samsungbeholdt919 on November 05, 2009:

very cool , thank you for the info

Chuck Nugent (author) from Tucson, Arizona on October 30, 2009:

Vizey - I think that your question refers to the age requirement for pilots (all pilots not just fighter pilots). As I interpret it, the requirement is that, in order to qualify as a pilot candidate, a person's age has to be be 28 1/2 years or less at the time they join the unit as a pilot candidate.

If my interpretation is correct then one has to start the process (i.e., being accepted into the unit and scheduled for officer training) at an age no older than 28 1/2 years which means that they can enter pilot school shortly after that age provided that they started the process on or before that age.


Vizey on October 30, 2009:

Very informative hub about national army. Can you clear my doubt about the requirement for fighter pilot is it comes every year or specific?

Chuck Nugent (author) from Tucson, Arizona on October 30, 2009:

ocbill, Carol the Writer - thanks for your comments and speculations about physical requirements for pilots.

Personally, I am convinced that supply and demand play a role here. When I graduated from college the Vietnam War was on and the military draft was in effect. The military had all the manpower it needed via the draft or draft inspired enlistments. Officer positions, which one has to volunteer for, were difficult to come by as most branches of the service had more than enough volunteers for them. Aircrew slots were among the few positions with openings, but the standards were very high.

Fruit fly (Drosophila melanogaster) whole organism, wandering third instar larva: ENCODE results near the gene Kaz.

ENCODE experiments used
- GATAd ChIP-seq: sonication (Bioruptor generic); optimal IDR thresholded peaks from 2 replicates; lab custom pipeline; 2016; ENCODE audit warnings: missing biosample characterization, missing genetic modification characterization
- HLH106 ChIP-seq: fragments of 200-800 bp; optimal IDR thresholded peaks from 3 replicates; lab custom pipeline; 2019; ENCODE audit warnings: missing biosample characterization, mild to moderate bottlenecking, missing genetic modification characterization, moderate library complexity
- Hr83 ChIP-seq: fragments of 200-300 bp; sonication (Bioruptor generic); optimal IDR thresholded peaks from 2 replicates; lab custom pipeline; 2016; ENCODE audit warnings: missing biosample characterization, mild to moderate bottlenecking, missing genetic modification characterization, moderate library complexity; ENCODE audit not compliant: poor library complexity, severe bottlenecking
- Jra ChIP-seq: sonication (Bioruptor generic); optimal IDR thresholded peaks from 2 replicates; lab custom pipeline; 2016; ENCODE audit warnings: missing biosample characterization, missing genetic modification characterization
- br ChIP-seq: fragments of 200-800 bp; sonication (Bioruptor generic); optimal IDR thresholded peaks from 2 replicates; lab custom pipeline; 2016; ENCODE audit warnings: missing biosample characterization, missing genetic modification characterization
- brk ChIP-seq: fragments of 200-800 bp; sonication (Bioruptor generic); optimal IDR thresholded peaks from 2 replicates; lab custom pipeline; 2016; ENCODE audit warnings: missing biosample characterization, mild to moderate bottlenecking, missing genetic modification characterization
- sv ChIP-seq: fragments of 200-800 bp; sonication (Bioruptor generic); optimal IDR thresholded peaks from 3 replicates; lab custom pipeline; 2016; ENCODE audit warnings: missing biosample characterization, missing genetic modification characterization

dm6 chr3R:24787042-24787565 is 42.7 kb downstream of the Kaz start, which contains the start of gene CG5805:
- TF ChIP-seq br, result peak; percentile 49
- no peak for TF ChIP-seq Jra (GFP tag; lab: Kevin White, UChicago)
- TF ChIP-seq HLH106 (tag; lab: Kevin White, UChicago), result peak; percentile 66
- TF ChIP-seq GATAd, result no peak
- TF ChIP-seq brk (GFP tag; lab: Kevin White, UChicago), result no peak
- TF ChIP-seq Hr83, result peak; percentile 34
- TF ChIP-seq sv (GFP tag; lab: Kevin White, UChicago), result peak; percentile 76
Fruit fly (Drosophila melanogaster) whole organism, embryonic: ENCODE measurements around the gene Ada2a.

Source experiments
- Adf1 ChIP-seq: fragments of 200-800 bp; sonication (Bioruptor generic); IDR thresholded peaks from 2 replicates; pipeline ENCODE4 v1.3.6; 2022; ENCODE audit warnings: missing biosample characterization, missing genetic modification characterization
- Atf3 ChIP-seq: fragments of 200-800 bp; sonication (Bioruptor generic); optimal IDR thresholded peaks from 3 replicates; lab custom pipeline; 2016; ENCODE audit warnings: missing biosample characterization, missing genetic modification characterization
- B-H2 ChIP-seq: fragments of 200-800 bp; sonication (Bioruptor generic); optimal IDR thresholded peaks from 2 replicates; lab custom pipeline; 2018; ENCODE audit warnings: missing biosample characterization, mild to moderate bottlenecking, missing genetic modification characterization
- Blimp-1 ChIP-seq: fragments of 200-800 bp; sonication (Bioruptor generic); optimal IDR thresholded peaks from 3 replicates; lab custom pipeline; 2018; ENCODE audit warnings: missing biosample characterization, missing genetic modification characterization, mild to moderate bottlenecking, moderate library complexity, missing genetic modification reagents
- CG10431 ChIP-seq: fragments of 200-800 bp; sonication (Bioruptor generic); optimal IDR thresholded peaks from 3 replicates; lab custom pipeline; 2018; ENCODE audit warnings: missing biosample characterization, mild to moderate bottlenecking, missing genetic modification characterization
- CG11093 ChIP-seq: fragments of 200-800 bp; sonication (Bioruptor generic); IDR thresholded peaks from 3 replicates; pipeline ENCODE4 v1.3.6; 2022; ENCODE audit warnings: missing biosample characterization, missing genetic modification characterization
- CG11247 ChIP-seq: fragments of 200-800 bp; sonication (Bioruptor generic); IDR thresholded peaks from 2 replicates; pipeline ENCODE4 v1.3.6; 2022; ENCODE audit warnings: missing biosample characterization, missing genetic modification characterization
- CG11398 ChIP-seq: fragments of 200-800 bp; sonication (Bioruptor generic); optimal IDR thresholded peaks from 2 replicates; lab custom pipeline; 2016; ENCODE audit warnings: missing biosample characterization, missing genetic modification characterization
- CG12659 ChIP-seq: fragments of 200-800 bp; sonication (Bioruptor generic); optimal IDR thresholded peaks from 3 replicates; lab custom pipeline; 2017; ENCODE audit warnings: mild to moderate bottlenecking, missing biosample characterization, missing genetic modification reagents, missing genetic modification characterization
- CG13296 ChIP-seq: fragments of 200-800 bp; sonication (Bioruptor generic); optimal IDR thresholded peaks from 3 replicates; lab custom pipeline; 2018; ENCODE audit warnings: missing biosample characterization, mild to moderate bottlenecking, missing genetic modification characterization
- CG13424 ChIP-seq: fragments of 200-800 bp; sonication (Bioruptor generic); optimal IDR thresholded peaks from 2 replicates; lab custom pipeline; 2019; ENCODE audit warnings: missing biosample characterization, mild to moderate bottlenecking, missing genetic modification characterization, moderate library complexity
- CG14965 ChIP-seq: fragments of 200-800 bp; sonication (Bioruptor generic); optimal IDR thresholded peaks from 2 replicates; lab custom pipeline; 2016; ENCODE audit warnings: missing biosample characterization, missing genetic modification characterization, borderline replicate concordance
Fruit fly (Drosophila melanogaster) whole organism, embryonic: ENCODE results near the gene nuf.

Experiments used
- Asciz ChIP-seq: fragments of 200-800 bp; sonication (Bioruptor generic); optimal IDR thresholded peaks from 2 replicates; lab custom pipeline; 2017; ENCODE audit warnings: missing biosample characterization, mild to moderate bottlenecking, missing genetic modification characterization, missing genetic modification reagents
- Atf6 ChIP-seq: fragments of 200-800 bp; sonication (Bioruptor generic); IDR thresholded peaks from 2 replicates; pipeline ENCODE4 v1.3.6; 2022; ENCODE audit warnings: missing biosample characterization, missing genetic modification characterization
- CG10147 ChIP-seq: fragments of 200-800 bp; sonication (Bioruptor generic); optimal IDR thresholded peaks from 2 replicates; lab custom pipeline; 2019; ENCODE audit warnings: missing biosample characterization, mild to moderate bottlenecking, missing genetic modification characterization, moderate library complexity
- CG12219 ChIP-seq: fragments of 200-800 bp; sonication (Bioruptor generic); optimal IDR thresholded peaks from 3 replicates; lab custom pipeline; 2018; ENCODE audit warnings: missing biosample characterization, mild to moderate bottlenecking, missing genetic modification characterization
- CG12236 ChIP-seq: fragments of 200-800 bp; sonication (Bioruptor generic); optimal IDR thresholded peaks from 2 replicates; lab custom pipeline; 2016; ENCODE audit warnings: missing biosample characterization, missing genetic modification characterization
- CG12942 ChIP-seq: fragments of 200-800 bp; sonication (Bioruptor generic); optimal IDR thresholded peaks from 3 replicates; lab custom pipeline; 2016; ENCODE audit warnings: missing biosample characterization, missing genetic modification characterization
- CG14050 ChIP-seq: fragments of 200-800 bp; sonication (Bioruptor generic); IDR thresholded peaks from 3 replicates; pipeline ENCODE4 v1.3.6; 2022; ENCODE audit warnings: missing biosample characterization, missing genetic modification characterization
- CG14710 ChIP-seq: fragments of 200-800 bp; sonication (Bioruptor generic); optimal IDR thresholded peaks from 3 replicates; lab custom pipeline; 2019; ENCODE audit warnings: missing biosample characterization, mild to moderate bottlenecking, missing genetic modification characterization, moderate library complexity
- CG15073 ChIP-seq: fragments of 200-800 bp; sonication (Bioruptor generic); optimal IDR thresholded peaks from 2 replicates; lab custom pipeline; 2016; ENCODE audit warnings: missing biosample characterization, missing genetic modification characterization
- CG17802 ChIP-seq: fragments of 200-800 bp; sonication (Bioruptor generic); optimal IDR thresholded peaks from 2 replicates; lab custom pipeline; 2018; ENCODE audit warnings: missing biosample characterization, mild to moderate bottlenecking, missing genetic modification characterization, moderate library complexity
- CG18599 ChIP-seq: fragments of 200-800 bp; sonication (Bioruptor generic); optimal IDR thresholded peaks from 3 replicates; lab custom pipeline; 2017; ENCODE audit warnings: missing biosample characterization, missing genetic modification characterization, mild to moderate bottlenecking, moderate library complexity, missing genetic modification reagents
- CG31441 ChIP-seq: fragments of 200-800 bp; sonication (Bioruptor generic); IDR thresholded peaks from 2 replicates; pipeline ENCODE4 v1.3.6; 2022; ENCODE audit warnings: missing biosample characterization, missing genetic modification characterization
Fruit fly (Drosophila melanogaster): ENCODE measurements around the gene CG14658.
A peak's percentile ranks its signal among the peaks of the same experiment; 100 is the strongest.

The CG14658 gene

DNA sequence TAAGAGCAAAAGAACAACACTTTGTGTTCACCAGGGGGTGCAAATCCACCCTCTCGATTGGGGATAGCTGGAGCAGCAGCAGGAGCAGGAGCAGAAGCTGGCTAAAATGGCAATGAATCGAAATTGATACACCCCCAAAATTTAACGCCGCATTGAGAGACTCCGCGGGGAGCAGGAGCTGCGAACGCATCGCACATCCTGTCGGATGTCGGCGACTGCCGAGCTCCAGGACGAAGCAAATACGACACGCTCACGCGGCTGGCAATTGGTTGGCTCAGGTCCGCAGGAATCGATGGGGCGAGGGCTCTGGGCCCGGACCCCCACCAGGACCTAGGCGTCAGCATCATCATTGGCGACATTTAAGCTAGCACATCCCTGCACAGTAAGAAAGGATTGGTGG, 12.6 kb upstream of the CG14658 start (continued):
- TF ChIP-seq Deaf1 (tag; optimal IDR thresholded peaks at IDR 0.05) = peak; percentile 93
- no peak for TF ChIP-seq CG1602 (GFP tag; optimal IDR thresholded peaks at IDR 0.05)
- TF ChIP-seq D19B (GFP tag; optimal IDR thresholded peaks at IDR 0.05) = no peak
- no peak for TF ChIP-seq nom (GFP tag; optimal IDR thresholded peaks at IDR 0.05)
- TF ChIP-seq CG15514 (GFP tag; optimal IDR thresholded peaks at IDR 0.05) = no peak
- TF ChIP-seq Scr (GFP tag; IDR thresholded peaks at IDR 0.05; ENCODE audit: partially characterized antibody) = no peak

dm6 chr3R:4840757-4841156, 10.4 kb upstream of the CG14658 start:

I was rejected for pilot training because my eyesight in one eye was slightly less than 20/20 and they did not allow anyone to correct their sight with glasses or contacts as they do now. I ended up becoming a navigator because the sight requirements were, as they are now, a little less stringent.

I believe that the relaxation in requirements is due to the fact that, in the absence of a military draft, there are not only not as many people volunteering but it costs a lot more in pay, benefits and enlistment bonuses to recruit so by relaxing the physical requirements they are expanding the pool of possible candidates which helps to reduce the amount of financial incentives needed to fill the available slots.

Thanks again


Carolyn Blacknall from Houston, Texas on October 30, 2009:

Lots of great information. The Air National Guards may soon change their laser eye surgery restriction, as even NASA now allows astronauts who have had LASIK surgery. - Carol

Carmen Borthwick from Maple Ridge, B.C. on October 30, 2009:

Good stuff for those interested, lots of great info.

ocbill from hopefully somewhere peaceful and nice on October 30, 2009:

good to see the requirements are not as flexible as you'd think. I think they may alter the age though since most cities upped the age limits for police and firefighters recruits. Maybe age is a factor here since they are in the air but then that argument is put to rest with the NWA pilots..LOL